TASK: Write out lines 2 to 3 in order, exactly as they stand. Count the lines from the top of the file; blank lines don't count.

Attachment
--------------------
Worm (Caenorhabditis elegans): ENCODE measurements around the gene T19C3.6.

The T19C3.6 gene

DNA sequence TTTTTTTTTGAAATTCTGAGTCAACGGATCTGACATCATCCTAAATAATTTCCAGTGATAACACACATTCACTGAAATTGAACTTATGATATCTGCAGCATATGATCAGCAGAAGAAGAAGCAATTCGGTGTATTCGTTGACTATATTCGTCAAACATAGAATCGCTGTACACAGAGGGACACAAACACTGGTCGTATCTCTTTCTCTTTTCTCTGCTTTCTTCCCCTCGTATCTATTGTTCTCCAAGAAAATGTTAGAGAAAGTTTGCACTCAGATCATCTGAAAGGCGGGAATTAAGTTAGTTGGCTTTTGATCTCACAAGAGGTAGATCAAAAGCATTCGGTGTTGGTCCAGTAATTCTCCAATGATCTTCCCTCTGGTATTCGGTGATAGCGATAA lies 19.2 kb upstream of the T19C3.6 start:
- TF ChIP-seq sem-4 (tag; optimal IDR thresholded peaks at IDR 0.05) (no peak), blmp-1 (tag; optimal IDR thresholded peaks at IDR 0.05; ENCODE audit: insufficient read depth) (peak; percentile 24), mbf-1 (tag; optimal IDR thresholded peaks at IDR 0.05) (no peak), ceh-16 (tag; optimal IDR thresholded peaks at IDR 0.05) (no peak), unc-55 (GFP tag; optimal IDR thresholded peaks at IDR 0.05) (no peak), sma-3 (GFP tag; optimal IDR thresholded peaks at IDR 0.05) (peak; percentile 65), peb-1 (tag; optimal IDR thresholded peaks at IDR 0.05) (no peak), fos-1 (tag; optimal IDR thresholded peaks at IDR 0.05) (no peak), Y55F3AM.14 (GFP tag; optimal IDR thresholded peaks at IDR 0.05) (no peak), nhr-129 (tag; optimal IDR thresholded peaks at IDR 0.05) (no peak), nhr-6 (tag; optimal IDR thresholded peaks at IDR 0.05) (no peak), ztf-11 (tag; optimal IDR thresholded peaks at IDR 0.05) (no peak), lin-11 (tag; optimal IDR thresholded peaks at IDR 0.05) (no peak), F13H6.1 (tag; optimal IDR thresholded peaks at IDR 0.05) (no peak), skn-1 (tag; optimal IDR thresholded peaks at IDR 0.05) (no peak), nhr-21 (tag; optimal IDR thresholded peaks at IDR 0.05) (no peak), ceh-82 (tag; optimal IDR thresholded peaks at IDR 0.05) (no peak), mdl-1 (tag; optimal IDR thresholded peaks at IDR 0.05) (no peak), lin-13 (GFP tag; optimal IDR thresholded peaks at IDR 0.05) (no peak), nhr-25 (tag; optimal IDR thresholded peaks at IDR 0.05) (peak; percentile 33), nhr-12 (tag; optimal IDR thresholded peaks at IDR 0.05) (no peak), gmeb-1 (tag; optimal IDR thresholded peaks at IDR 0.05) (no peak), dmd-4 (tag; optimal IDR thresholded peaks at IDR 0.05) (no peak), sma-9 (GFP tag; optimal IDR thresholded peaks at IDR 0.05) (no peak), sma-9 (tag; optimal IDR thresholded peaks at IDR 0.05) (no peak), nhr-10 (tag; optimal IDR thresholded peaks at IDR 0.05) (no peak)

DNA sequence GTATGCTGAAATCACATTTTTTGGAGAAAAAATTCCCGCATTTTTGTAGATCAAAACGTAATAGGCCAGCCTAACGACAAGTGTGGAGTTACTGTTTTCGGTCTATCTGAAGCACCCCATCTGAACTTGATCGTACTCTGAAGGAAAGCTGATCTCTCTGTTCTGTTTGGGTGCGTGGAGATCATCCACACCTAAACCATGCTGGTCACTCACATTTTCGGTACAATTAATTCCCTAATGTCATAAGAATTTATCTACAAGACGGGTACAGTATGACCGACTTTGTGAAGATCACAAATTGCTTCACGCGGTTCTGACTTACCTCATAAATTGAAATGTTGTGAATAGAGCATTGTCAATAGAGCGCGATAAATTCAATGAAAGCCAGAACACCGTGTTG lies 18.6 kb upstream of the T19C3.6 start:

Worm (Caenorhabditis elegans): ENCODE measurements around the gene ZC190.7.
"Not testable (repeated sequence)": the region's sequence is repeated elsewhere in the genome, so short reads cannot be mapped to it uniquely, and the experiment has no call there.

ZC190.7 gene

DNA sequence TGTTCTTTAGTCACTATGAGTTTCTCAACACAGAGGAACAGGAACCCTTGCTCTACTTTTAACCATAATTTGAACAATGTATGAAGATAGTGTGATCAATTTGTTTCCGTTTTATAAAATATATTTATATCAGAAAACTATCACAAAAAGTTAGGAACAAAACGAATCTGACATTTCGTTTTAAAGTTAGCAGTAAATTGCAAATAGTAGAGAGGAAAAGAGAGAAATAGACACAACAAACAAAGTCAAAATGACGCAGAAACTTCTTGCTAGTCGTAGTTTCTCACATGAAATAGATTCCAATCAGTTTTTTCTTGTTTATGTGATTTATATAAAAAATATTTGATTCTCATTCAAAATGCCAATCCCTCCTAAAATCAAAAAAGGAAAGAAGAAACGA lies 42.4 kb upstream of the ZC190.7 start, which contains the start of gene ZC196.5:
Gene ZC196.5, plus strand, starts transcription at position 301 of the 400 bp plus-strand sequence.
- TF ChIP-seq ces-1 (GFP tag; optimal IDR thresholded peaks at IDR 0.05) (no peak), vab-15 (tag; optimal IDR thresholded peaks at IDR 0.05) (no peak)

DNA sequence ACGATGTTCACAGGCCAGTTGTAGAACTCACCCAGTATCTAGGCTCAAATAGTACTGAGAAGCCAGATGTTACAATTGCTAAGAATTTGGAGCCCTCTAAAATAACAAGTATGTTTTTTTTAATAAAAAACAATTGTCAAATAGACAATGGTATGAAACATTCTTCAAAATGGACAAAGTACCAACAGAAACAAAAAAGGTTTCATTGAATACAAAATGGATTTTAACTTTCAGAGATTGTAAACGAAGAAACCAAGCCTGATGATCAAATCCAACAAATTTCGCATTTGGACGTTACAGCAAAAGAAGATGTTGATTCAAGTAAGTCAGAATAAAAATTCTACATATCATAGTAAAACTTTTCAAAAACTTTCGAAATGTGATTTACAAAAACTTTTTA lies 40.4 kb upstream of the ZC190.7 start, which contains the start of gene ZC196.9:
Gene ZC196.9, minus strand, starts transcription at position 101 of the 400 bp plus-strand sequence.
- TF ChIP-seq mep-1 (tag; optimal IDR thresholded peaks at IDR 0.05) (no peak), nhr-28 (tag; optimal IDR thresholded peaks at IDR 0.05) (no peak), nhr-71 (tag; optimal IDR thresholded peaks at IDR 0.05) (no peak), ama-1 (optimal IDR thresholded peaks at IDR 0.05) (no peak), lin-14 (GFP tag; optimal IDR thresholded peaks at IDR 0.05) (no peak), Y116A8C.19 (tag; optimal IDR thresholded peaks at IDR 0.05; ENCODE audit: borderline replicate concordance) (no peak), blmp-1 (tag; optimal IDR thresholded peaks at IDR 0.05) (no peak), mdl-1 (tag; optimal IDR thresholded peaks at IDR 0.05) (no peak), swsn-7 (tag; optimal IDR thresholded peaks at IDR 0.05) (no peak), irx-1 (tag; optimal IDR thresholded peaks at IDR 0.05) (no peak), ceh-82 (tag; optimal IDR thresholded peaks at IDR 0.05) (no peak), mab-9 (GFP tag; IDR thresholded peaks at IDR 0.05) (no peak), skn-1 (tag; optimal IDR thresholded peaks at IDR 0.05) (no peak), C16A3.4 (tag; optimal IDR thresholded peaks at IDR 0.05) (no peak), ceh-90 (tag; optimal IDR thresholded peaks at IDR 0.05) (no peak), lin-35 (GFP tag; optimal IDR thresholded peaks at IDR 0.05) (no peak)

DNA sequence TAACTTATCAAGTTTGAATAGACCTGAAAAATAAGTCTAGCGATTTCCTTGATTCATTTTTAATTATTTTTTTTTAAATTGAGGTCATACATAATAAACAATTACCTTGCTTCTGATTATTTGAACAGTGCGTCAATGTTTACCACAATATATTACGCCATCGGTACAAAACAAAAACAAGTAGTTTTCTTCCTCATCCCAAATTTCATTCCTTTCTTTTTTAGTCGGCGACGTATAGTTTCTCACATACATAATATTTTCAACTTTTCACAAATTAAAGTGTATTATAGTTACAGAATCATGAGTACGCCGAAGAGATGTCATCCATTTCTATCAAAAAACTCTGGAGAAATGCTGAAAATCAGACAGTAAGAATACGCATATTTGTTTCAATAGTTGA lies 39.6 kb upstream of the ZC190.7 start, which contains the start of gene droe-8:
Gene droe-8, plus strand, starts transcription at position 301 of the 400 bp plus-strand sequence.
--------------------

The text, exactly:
The T19C3.6 gene

DNA sequence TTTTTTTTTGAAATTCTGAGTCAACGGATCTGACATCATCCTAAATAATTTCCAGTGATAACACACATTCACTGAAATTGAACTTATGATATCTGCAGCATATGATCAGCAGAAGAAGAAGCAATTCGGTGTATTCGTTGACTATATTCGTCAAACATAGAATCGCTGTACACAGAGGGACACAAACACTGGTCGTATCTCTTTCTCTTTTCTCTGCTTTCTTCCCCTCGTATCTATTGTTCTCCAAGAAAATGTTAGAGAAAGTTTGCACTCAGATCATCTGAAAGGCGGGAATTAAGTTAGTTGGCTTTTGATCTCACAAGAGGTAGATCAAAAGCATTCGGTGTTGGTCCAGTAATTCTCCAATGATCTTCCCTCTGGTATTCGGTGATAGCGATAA lies 19.2 kb upstream of the T19C3.6 start: